Sculptors of Gandhara.

The standing Buddha sculpture at the National Museum Delhi is unique in two ways. One it is among the earliest representations of the Buddha as a human and two it is Greek. But strangely, the sculptors who created it were not Greeks themselves – they were an eastern people ruled by a king whose ancestors, in an even more bizarre twist, came from a region located in present day China.

Tucked away in the rugged mountain valleys of present day Afghanistan and Pakistan, Gandhara was a much contested land in ancient times. The region had been settled in turns by the Indo-Aryan tribes mentioned in the great Indian epic Mahabharata, the Persians, the Greeks and finally the Kushans – a nomadic clan of horse archers similar to the Scythians of the European steppes – who ousted the Greeks but not the Hellenistic realism they had sowed into the hearts and minds of sculptors.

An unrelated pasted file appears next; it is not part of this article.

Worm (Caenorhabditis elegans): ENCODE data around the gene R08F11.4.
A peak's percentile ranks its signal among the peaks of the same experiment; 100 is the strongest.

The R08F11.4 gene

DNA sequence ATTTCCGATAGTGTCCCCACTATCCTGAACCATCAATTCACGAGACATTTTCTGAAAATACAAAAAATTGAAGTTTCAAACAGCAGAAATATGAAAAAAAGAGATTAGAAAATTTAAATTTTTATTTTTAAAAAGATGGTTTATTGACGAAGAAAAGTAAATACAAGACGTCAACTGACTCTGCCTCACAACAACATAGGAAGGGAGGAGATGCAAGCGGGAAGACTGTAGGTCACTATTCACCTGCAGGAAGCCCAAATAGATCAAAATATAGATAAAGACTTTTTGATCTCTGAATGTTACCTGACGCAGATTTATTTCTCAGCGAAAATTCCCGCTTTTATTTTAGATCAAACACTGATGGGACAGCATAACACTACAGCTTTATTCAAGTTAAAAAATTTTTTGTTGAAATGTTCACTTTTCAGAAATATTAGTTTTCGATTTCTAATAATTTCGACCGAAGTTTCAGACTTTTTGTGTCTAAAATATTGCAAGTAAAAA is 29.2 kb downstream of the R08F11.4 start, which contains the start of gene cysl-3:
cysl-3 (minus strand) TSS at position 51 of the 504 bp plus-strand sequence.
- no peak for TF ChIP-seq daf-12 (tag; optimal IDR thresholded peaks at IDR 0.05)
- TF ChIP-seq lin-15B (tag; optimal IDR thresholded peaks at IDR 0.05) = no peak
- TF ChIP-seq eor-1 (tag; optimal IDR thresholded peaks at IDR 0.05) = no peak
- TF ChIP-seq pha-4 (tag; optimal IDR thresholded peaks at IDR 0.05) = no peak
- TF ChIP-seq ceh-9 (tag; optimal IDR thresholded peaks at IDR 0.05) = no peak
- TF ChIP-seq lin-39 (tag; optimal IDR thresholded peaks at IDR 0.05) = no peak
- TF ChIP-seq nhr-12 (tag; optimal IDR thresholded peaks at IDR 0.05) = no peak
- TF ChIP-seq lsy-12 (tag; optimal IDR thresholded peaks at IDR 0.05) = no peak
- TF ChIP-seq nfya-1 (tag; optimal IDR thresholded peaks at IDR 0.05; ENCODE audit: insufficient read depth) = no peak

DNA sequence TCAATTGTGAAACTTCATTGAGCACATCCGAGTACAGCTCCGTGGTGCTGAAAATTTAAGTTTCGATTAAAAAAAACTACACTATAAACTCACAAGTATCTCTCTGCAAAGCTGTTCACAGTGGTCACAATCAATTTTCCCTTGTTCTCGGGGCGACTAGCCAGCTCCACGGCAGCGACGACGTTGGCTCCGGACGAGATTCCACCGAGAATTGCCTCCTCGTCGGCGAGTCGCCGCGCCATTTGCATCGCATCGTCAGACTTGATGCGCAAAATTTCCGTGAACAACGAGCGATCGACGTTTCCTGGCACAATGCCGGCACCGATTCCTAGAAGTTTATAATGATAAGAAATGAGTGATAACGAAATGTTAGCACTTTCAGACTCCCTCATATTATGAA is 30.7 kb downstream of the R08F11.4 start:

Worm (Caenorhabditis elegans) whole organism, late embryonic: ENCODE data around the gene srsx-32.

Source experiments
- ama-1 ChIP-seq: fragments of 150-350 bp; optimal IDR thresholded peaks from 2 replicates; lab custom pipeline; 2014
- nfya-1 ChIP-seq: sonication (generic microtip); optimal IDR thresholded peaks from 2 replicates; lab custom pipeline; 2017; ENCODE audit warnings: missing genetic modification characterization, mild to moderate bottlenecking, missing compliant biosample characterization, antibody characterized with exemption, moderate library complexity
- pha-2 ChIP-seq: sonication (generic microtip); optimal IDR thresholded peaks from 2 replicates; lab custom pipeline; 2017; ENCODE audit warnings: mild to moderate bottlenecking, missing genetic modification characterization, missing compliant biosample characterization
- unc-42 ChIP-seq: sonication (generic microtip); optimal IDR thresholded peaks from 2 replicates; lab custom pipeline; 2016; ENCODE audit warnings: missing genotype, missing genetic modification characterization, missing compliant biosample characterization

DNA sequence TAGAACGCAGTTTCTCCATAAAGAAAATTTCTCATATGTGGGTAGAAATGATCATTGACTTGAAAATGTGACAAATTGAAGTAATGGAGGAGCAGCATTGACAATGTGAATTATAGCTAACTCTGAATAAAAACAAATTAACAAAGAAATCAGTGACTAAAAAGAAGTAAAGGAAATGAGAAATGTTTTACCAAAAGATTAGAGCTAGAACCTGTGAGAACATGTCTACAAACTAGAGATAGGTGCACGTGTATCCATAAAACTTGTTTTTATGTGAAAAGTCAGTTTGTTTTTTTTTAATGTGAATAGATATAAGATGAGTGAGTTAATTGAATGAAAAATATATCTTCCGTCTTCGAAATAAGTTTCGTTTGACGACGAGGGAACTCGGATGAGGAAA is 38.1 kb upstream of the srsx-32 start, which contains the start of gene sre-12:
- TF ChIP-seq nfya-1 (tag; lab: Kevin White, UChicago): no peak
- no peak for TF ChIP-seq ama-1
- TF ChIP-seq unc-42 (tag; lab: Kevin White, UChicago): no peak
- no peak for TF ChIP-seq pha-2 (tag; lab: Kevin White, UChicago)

File Fact, The Gandharan statue of Buddha: Across the ancient world, people who adopted the ways of the Buddha had him created bearing their own facial features. The only exception were the people of Gandhara. They created him in the image of a Greek God.


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